Rupert Brooke Auction/Mackellar Homestead Mining Work – Poetry News Roundup December 6th

Today on My Poetic Side we look at a letter written by Rupert Brooke that is going up for auction, and the proposed mine work to be carried out near the homestead of the late Dorothea Mackellar.

Letter from Rupert Brooke to “Lovelorn” Admirer to go Under the Hammer

Previously unseen correspondence between the poet Rupert Brooke and a college friend is to be sold. The letter, which dates from 1907, sees the then 19-year-old Brooke telling his friend ‘I am sorry you have placed me on a pedestal’.

The letter, which has never been published, was found in the archives of Ernst Goldschmidt, the friend to whom it was written. There were also two letters from Goldschmidt which were never sent and in which he tries to explain his feelings towards the poet.

Brooke was residing at Rugby School where his father was a housemaster when he wrote the letter to Goldschmidt. The pair had met at Cambridge where Goldschmidt, who was born in Vienna, was studying classics. Goldschmidt remained in England after he completed his studies and went on to become a well-respected antiquarian bookseller, with a shop in London. On his death, the business was kept going by his partner Jacques Vellekoop. In 2007 Vellekoop passed away and the letters were found amongst his belongings.

The letters are very typical of Brooke. His use of language makes it appear he is performing to an audience, trying to be overly clever.

The letters are due to be auctioned by Dominic Winter Auctioneers on 13th December. It is expected that bidding will reach anywhere between £3000 to £5000. Whilst there has been one reference to the letter from Brooke in “Friends and Apostles: The Correspondence of Rupert Brooke and James Strachey”,  the auction house believe that it has never been published.

Letters written by Brooke are rare, so this one being put up for auction may attract some considerable attention.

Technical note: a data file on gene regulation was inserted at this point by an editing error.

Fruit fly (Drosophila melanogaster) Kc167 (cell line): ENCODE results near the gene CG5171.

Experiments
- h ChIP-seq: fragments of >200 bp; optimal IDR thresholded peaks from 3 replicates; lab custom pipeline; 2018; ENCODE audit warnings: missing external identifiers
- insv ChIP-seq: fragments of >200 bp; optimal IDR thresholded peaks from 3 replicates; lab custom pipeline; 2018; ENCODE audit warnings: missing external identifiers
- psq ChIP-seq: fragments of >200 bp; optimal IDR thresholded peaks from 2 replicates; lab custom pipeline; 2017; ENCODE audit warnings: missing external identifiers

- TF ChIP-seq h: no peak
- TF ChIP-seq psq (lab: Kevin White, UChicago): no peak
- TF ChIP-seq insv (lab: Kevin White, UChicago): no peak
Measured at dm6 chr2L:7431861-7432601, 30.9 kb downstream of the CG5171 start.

Dorothea Mackellar Homestead Under Threat

Residents of Gunnedah have been urged to get ready for a battle and try to protect the homestead of Dorothea Mackellar, the late poet who lived in the area. The residence that was formerly of the poet lies about 25 km outside Gunnedah.

It is said that the homestead was the inspiration behind “My Country”, the famous ode written by the poet. The property is now the property of Whitehaven, who are proposing to make expansions to the Vickery mine which is just a a couple of hundred metres away.

Locals feel that the house could be made into an attraction for tourists, and would be a great venue for fundraisers to take place, giving a great strength and sense of purpose to the region.

Dorothea Mackellar Memorial Society vice-president Juliana McArthur said it was important to work with Whitehaven to preserve the homestead.

Whitehaven have been asked if they would consider returning the homestead back to public ownership and whilst they have neither denied or confirmed that this would be an option, they did state that they understood its importance. They have been very quick to point out the distances between any of their proposed work and the homestead buildings.

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